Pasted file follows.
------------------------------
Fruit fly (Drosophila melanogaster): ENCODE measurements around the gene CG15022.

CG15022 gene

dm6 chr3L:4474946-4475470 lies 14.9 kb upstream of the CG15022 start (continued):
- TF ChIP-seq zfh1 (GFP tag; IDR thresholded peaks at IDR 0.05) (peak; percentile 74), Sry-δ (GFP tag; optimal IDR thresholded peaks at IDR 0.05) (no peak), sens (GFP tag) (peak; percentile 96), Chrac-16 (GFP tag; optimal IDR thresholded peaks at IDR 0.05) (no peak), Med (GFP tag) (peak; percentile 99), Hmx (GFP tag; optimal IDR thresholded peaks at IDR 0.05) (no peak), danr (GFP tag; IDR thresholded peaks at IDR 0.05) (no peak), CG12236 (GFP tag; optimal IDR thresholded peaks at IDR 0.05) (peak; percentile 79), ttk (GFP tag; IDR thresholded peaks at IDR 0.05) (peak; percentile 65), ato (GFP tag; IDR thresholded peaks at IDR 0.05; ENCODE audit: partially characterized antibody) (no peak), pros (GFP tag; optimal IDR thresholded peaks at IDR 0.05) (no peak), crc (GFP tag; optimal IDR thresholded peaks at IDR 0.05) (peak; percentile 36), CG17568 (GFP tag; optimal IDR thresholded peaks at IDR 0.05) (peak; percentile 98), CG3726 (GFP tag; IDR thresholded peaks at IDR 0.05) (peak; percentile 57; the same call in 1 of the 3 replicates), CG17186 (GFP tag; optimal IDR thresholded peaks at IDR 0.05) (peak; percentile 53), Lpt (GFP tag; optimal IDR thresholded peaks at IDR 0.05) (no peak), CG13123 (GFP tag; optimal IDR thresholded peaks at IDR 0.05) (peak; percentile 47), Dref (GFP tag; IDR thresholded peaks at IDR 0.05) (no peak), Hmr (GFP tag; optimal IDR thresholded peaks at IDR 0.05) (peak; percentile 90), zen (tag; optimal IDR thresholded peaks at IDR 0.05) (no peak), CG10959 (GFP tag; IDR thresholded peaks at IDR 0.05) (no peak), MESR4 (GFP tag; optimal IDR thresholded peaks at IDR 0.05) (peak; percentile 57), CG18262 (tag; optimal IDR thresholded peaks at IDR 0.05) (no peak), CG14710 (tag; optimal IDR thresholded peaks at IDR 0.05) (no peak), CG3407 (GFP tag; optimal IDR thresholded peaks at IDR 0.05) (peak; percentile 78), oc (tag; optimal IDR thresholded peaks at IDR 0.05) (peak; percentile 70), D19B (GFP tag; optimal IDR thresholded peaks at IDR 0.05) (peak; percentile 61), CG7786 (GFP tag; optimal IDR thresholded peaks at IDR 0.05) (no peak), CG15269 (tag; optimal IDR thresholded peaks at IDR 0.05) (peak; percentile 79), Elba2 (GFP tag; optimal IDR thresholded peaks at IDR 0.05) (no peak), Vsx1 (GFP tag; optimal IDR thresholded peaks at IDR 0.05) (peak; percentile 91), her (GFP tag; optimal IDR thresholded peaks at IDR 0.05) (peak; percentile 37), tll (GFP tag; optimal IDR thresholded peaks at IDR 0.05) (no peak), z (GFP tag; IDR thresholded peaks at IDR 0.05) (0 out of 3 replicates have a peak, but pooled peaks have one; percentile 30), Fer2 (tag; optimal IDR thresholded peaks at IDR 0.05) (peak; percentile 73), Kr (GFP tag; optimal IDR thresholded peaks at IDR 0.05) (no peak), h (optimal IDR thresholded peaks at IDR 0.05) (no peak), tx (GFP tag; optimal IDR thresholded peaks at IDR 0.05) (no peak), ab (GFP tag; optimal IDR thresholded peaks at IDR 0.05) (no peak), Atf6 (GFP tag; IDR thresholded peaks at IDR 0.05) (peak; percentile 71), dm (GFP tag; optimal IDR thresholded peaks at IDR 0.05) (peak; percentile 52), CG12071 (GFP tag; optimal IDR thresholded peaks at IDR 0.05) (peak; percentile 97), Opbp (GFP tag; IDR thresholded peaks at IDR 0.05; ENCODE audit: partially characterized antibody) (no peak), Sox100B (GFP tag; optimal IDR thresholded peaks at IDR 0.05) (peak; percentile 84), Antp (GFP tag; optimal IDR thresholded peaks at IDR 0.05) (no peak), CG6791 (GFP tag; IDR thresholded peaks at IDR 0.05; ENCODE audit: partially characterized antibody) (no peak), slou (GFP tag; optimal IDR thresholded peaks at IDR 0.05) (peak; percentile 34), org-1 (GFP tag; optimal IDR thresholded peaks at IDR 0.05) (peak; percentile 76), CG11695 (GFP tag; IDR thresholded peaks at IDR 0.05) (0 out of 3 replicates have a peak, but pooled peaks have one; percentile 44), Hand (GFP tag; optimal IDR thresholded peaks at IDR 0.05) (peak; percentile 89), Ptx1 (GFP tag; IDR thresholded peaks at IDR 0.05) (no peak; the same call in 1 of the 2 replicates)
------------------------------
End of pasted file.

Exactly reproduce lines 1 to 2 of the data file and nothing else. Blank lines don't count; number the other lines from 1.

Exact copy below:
Fruit fly (Drosophila melanogaster): ENCODE measurements around the gene CG15022.

CG15022 gene